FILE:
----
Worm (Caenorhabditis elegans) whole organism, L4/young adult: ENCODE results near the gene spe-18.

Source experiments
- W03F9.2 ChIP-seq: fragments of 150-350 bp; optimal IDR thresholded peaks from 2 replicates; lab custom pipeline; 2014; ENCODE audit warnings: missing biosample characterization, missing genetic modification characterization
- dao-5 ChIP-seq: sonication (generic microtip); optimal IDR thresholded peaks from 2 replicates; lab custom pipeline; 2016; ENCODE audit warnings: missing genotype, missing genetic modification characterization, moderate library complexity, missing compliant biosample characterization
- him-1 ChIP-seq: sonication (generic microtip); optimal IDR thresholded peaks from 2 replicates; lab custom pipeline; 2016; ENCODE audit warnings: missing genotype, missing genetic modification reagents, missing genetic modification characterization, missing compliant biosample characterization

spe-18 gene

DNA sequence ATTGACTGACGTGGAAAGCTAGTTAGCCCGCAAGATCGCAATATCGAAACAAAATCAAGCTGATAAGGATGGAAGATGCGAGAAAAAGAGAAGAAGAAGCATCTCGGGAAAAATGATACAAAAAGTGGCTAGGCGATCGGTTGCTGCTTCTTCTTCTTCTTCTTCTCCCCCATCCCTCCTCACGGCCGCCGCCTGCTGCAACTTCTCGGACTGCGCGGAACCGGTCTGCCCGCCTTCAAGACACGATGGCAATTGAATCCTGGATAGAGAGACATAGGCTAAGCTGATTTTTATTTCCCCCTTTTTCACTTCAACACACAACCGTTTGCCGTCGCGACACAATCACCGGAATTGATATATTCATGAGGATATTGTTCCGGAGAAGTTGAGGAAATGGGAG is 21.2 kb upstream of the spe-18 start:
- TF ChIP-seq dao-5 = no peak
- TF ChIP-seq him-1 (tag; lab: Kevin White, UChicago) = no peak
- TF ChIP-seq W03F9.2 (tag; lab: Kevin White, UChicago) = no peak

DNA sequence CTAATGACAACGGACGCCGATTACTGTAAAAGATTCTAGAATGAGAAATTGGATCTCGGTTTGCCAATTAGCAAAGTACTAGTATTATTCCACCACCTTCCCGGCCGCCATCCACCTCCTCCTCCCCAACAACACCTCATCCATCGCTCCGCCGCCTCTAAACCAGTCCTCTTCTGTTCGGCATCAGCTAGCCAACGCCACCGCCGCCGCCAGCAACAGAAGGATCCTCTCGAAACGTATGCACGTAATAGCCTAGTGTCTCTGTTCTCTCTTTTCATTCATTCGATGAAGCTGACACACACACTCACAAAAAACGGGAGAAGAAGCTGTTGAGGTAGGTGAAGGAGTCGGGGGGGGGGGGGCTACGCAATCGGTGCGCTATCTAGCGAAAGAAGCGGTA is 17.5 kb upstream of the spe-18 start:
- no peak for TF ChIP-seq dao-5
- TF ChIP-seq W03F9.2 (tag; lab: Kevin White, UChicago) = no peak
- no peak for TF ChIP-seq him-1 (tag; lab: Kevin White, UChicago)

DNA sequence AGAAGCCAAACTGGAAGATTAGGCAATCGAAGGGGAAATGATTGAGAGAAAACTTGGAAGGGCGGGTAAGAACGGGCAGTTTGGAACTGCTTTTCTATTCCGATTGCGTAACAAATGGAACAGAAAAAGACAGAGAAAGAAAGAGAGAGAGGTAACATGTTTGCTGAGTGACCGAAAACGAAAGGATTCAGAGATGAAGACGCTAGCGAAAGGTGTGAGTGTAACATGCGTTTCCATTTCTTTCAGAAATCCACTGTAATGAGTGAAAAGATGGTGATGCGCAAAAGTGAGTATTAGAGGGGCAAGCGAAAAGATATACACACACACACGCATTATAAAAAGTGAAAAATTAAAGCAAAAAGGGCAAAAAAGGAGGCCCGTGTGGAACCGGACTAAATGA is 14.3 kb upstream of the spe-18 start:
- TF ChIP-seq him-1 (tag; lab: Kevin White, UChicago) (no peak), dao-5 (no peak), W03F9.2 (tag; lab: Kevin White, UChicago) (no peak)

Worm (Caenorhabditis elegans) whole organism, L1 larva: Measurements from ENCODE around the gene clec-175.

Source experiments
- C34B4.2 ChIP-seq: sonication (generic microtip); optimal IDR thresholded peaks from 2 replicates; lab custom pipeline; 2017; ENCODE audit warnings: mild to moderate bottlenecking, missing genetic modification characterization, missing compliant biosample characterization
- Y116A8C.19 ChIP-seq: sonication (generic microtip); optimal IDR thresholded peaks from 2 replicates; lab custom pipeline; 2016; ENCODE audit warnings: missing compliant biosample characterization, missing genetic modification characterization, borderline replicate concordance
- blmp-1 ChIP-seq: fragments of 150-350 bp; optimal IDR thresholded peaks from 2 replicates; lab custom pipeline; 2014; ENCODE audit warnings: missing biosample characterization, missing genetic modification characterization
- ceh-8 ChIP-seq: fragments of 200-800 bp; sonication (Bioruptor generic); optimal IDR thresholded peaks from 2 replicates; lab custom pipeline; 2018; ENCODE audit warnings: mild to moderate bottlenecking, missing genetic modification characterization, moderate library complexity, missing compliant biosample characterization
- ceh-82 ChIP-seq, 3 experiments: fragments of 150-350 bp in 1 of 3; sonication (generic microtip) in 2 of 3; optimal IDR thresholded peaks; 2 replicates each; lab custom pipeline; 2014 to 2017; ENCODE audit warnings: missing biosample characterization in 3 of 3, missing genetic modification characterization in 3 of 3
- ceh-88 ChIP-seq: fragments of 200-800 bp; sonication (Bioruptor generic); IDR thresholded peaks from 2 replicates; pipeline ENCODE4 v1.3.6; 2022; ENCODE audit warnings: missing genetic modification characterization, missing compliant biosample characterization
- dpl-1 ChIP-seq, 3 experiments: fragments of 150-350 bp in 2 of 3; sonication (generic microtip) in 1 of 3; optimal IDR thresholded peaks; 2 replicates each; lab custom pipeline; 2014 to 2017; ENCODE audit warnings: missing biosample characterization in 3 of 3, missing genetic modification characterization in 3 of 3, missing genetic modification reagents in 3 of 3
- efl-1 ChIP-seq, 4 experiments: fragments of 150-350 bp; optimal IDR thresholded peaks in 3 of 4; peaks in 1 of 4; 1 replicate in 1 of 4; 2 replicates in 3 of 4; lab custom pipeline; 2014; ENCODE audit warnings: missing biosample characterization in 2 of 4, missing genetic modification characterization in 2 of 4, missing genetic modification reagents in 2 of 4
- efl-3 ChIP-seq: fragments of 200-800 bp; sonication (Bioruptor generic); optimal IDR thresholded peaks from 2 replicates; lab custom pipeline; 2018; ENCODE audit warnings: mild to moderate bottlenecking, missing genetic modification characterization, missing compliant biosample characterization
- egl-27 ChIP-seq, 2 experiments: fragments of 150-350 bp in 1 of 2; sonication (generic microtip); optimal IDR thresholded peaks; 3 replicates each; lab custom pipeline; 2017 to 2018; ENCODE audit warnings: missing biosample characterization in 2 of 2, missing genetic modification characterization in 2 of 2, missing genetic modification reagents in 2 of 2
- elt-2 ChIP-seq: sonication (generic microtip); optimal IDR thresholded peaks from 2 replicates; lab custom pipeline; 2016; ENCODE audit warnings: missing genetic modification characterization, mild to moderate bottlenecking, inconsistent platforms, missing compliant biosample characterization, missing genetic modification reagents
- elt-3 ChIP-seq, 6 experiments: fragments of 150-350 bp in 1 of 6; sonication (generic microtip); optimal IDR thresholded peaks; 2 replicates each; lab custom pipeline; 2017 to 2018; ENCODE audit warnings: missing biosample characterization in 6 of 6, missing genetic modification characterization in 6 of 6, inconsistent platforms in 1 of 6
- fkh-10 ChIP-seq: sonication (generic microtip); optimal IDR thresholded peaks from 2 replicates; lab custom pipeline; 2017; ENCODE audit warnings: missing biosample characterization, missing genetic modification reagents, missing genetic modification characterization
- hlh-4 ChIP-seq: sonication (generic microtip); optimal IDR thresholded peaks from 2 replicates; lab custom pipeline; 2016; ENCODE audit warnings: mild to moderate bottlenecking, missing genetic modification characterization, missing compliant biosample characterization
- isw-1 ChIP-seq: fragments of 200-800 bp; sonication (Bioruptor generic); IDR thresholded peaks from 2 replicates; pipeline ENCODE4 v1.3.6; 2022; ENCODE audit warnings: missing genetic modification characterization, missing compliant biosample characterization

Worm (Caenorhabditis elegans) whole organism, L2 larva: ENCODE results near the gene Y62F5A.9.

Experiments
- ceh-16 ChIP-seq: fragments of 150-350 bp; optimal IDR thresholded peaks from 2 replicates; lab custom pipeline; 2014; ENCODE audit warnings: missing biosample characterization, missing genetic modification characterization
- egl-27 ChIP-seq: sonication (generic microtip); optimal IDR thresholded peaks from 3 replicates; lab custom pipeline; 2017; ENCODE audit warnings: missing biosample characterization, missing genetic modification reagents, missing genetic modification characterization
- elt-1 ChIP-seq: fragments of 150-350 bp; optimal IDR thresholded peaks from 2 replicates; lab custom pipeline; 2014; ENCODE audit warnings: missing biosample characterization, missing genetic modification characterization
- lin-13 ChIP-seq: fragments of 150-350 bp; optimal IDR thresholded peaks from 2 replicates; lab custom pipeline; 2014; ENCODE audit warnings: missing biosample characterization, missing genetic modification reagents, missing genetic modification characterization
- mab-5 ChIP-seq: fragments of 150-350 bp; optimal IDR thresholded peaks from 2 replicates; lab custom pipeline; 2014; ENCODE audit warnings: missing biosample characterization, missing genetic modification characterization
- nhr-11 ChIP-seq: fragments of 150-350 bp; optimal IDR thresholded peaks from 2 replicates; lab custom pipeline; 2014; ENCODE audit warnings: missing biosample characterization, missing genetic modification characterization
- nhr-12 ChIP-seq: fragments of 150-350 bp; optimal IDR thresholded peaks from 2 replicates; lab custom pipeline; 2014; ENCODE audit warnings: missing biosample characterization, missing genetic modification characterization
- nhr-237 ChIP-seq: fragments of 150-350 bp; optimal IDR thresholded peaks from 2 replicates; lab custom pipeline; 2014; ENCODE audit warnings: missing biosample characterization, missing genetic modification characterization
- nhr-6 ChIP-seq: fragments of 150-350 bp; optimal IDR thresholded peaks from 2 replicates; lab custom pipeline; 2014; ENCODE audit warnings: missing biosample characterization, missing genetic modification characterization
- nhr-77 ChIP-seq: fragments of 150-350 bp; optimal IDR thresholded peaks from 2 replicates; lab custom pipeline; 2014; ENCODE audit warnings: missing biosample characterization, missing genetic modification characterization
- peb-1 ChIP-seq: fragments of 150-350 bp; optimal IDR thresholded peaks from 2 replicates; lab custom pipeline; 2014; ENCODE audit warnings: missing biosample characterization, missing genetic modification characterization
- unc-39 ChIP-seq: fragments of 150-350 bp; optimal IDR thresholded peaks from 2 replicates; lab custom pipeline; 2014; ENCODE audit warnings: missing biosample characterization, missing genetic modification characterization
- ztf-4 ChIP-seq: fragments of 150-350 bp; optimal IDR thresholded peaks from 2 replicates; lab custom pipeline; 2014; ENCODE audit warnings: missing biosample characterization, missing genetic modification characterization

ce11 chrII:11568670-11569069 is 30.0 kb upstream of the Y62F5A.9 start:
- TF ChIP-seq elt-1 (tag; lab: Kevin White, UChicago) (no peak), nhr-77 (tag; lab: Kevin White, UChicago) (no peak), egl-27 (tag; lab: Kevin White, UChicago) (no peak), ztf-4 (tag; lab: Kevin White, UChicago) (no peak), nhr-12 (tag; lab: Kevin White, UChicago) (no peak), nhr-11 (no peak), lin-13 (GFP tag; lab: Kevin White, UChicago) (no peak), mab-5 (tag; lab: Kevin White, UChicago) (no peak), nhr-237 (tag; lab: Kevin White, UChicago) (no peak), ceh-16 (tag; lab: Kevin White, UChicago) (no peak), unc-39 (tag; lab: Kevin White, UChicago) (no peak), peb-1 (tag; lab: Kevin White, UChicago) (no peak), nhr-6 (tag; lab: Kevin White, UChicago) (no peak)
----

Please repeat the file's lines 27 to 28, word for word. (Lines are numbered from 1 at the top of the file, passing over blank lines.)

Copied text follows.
- efl-3 ChIP-seq: fragments of 200-800 bp; sonication (Bioruptor generic); optimal IDR thresholded peaks from 2 replicates; lab custom pipeline; 2018; ENCODE audit warnings: mild to moderate bottlenecking, missing genetic modification characterization, missing compliant biosample characterization
- egl-27 ChIP-seq, 2 experiments: fragments of 150-350 bp in 1 of 2; sonication (generic microtip); optimal IDR thresholded peaks; 3 replicates each; lab custom pipeline; 2017 to 2018; ENCODE audit warnings: missing biosample characterization in 2 of 2, missing genetic modification characterization in 2 of 2, missing genetic modification reagents in 2 of 2